“We once worked with a university on a project that impacted its internal processes. In this unique instance, one of the internal team members was a person who had been with the organization for several years but was also close to retirement. She helped make sure that such a change wasn’t met with skepticism and opposition.”
- René Thomas, Creative Director + Partner
Anyone else in your organization or beyond with creative thinking, unique perspectives, and catalytic skills. The ones who can inspire new ideas and keep the ball rolling.
In this setup, a creative partner becomes one member of a smoothly operating team, as opposed to an external consultant trying to force change. It makes the process easier and much more enjoyable for everyone involved.
Defining the Scope of Project
You’ve got the team and now you need to get clear on the project. Ideally, this is a process that you’ve started even before you start shopping for a branding firm. In discussions with agencies, or even internally, it’s critical to have a clear understanding of what you’d like to achieve by the end of a project. Much of Massive’s time spent with clients is sorting out what exactly they’re looking for even before we can start working on the solution.
Here are some key details that you should be thinking about:
If you work for a larger organization that requires you to put your project to bid, it’s helpful to have clarity and internal buy-in on the project’s budget. When scoping out a project budget, it’s okay to have a range, since there are usually variables that still need figuring out. That said, a $20,000 project is very different from a $200,000 project, so wide ranges don’t do much to help narrow the focus of a project. Make sure this number is agreed upon by your team. Having them agree on all the details of the project can help an agency provide you a much more accurate estimate of the total cost.
Are there any hard deadlines driving this rebrand? An event where you want to launch the brand or a target rollout of a new product line? The earlier your branding agency knows about deadlines, the more likely you are to meet them. Timelines need to be as realistic as possible to prevent future backlog, so it’s important to consider any moments where you can anticipate a constraint on your team’s bandwidth.
Ultimately, the scope of a project is defined by what you get out of it by the end. Does your organization need a new name, or just a new logo? A new website? All three, or maybe more? Each deliverable impacts the timeline and cost of the project, so it’s definitely worth defining what the minimum requirement for project success looks like before reaching out to a branding firm.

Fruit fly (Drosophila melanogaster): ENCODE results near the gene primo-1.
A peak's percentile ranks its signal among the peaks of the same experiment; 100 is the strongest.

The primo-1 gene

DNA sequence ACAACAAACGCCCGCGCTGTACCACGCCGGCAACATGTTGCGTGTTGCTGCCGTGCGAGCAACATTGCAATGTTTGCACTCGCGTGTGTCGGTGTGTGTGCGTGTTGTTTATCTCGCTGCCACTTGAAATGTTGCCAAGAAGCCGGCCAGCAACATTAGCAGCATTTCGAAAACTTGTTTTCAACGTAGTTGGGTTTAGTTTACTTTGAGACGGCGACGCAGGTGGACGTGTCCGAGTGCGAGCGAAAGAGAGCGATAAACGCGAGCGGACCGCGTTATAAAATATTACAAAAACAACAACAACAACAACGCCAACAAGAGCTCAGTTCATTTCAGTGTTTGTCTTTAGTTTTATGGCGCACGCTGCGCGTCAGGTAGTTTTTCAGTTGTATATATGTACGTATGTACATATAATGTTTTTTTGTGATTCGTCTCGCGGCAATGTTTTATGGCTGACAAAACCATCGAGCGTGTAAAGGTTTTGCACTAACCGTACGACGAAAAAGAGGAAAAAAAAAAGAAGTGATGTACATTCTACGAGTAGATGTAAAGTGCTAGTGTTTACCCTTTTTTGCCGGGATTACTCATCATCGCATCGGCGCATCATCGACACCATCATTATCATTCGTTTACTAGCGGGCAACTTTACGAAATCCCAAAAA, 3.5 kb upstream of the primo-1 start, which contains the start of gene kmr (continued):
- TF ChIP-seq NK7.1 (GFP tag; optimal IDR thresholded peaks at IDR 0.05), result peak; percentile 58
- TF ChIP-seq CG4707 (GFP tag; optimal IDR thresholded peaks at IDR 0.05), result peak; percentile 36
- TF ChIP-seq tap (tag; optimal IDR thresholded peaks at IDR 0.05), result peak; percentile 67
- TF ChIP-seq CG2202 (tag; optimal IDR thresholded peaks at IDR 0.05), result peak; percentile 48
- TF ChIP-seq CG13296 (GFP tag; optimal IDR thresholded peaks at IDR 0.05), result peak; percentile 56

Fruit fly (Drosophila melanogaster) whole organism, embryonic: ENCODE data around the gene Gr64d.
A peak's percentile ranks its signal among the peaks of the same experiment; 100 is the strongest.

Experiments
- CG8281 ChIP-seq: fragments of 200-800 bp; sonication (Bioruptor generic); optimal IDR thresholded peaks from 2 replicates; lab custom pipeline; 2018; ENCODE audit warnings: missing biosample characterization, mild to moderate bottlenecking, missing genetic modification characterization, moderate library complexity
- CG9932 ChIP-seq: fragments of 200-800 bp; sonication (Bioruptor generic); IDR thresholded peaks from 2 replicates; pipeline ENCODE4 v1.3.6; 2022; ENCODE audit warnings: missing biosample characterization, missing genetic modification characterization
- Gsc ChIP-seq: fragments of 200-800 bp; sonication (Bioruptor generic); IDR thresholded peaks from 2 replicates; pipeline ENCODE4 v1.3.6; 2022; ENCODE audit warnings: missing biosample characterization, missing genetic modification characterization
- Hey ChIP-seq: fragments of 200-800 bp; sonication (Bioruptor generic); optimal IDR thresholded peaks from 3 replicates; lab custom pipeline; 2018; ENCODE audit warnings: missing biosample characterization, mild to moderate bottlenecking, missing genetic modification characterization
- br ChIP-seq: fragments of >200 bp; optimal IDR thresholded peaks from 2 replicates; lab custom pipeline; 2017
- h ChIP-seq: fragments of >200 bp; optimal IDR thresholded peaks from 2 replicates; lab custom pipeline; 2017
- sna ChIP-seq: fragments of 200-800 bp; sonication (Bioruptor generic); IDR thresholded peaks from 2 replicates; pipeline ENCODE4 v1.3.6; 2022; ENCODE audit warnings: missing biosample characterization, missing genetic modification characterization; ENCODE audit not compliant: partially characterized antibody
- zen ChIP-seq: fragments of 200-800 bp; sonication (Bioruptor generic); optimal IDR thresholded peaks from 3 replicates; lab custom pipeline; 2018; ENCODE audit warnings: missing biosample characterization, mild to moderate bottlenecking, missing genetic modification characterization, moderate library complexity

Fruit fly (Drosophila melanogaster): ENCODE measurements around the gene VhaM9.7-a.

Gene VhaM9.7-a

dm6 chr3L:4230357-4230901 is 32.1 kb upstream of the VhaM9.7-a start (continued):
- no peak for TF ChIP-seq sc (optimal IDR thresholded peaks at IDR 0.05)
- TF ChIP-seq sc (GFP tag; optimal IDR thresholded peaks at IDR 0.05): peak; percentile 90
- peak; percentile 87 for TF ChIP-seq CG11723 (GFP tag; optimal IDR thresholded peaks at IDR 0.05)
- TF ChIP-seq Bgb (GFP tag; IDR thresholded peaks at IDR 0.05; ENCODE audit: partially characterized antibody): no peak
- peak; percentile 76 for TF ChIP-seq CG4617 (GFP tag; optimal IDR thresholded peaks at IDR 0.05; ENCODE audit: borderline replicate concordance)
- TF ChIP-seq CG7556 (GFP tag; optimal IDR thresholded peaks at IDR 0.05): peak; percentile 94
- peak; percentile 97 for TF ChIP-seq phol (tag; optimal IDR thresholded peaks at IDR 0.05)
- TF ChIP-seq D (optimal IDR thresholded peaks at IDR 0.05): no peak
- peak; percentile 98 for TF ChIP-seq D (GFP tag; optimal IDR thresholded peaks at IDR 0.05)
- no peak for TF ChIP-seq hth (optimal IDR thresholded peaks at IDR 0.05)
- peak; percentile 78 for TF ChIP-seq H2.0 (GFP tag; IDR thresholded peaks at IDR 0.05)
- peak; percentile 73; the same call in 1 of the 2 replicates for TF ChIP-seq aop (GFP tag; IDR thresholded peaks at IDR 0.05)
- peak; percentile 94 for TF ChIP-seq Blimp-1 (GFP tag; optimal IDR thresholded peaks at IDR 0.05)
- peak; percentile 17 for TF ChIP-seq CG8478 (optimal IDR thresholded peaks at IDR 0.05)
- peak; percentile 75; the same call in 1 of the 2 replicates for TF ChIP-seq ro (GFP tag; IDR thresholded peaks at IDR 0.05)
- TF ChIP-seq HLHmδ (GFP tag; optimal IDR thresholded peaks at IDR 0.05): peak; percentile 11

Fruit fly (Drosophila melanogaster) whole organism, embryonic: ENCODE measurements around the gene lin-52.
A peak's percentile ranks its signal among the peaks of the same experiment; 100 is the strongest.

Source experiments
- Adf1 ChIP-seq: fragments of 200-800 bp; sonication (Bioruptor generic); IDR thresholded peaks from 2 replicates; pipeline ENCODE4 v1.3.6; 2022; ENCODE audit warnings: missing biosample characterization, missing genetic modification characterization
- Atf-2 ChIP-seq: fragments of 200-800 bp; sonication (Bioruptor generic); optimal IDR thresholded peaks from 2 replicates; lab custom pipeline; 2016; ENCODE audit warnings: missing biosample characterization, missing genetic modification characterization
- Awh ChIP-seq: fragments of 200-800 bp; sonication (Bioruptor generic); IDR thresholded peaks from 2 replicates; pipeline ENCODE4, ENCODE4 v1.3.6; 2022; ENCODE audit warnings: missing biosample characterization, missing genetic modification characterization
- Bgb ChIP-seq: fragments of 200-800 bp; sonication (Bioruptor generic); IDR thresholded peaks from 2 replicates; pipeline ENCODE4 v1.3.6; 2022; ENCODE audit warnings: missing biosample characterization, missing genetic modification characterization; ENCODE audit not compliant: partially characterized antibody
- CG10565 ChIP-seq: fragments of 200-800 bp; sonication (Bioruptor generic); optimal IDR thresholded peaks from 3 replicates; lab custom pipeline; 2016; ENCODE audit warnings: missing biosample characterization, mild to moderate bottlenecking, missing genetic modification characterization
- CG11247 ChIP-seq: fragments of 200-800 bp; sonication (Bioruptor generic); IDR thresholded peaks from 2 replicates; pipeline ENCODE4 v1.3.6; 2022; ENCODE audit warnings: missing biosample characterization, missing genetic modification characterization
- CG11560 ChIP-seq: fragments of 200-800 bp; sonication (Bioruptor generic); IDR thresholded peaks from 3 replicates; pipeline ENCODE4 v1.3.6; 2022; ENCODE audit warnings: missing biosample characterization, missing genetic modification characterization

Brand Rollout Strategy
Once you lock down the final deliverables, how do you plan to implement them? Does your organization take a centralized or decentralized approach to marketing? Larger, more agile organizations often take a decentralized approach, where brand assets and templates are created and distributed to various teams and departments. In these cases, it may be wise to also develop a training strategy or create “guardrails” that protect your brand without your direct involvement. For created content, this may mean specific formatting requirements, guides on logo usage, and easy-to-use templates.
Smaller organizations often follow a centralized approach, where an individual or team owns marketing. Frequently, these people may have other duties as part of their job, so the creation of templates and the organization of brand assets can help them save time and energy.
Many design or brand agencies also offer management services for ongoing work such as content creation, social media, website updates, and ongoing brand strategy. Using the same agency for both creation and management ensures a consistent voice and application that aligns with your vision. It also saves time and money by skipping any need for training and briefing.
Knowing how you want marketing and brand management to be handled within your organization will give you a much clearer picture of the kinds of brand deliverables and standards your team will need to succeed moving forward.
If you need help nailing down some of the details, a creative agency can always help. Even so, a little bit of pre-work can make the process more collaborative and even keep costs lower. It also means that when a Scope of Work (SOW) is finally presented, there aren’t many surprises because you were part of the process.
Identifying the Right Brand Agency for Your Organization
There isn’t really a perfect agency out there. There’s only the right agency for you. In general, however, agencies that are flexible, adaptable, and have a clear passion for their work will likely be great partners moving forward.